It has been my experience that gerunds can pretty freely introduce subordinate clauses.
For example, in Livy, Ab urbe condita 3.39.2, the ablative of the gerund introduces an indirect command (as in your first example):
L. Valerium Potitum proditum memoriae est post relationem Ap. Claudi, priusquam ordine sententiae rogarentur, postulando ut de re publica liceret dicere, prohibentibus minaciter decemviris proditurum se ad plebem denuntiantem, tumultum excivisse.
It's a matter of record that, after Appius Claudius had made his motion but before the senators were asked for comments in order, L. Valerius Potitus raised an uproar by demanding that it be permitted to speak about the political situation, proclaiming that he would go before the plebs when the decemvirs blocked him with threats.
In Cicero, Tusculanae disputationes 5.68, in + the ablative of the gerund introduces an indirect question (as in your second example):
ex quo triplex ille animi fetus existet, unus in cognitione rerum positus et in explicatione naturae, alter in discriptione expetendarum fugiendarumque rerum ne vivendi, tertius in iudicando, quid cuique rei sit consequens quid repugnans, in quo inest omnis cum subtilitas disserendi, tum veritas iudicandi.
From this will arise a threefold production of the mind, one of which lies in a knowledge of things and in an explanation of nature; the second in the definition of the things that should be sought and avoided, and in a principle of living well; and the third in judging what consistency, what inconsistency each thing has, which contains not only all skillfulness of forming an argument but also accuracy of judgment.
In Pliny the Younger, Epistulae 9.27.2, the genitive of the gerund introduces an indirect question:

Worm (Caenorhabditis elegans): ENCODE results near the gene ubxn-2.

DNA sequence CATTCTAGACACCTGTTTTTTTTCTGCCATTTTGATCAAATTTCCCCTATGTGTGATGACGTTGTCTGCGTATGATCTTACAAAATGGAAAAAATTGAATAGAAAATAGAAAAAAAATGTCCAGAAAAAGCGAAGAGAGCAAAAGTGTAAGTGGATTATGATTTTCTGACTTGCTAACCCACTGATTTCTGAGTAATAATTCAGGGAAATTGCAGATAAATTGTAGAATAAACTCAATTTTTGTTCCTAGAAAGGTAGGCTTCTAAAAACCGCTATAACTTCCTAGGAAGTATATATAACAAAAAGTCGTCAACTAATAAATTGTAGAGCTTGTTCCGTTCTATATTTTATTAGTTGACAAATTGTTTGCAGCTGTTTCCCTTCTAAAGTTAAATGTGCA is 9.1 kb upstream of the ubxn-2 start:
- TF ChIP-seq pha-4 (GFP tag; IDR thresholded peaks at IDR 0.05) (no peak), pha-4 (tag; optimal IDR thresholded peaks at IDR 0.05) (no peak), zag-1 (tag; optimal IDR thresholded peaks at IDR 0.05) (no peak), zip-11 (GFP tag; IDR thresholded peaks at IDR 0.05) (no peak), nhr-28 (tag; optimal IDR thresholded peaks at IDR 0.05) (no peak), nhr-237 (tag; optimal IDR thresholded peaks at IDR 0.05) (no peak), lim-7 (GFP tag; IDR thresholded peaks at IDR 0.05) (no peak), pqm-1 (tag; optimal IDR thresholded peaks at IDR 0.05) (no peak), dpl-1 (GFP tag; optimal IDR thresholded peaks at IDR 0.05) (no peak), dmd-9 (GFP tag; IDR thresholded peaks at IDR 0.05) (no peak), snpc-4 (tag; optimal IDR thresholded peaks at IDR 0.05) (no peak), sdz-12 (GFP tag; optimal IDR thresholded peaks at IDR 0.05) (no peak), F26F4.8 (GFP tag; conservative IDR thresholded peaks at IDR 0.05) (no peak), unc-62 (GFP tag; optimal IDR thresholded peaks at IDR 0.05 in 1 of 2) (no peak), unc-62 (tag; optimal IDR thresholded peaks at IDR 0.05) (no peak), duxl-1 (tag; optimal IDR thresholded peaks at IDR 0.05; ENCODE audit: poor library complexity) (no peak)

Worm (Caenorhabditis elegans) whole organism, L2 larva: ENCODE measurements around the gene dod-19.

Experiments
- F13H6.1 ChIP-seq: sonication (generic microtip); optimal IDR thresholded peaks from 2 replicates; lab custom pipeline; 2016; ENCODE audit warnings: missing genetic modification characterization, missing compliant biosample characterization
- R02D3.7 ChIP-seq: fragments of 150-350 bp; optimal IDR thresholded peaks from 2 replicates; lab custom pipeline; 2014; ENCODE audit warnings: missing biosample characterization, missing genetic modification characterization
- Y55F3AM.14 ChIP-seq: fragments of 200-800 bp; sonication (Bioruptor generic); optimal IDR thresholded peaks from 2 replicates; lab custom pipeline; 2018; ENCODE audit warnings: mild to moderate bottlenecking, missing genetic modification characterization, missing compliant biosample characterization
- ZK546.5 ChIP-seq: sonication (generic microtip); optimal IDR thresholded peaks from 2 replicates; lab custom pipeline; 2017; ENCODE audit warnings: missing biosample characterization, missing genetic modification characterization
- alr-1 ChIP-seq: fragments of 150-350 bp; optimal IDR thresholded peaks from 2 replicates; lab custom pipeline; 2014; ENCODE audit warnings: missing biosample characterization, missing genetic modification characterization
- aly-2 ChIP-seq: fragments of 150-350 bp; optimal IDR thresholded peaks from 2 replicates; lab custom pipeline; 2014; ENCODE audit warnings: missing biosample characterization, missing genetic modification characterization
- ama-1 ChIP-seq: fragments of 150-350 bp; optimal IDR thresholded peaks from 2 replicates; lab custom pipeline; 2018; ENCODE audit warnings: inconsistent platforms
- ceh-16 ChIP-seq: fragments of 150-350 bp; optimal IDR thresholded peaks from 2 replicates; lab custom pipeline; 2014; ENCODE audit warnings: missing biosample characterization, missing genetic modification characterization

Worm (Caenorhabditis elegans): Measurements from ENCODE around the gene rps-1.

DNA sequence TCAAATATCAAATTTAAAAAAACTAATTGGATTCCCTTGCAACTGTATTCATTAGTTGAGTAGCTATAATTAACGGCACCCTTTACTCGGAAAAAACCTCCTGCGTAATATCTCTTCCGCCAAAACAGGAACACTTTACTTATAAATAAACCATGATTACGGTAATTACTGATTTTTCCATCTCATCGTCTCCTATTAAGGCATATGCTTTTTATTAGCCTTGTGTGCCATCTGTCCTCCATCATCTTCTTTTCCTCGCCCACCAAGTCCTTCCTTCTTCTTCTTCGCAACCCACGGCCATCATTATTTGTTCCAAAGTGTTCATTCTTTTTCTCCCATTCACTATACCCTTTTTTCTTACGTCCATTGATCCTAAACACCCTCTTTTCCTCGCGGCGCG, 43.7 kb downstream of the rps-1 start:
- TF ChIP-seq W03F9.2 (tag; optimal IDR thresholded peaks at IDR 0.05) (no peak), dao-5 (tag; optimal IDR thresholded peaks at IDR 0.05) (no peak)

tantus audiendi quae fecerint pudor, quibus nullus faciendi quae audire erubescunt.
So great is the shame that people have of hearing what they did, though they had no shame of doing the things that they now blush to hear about.
And in Cicero, Epistulae ad Quintum fratrem 1.1.30, in + the ablative of the gerund introduces an object clause.
etenim si in promerendo ut tibi tanti honores haberentur quanti haud scio an nemini fuisti omnium diligentissimus, multo maiorem in his honoribus tuendis adhibere diligentiam debes.
In fact, if you were most diligent of all in earning that such great honors be paid to you as perhaps have never been paid to anyone, you should apply all the greater diligence in protecting those honors.
Incidentally, with regard to your comment about supines in u, even that's possible. For example, in Cicero, Pro lege Manilia 65, a supine introduces an indirect question:
difficile est dictu, Quirites, quanto in odio simus apud exteras nationes propter eorum quos ad eas per hos annos cum imperio misimus libidines et iniurias.
It's difficult to say, Quirites, in what great hatred we are held among foreign peoples because of the wantonness and injuries of those whom we have sent to them with imperium during recent years.
Really, then, for the question that you refer to, you would have been quite correct to answer, 'The main verb can be everything you want.'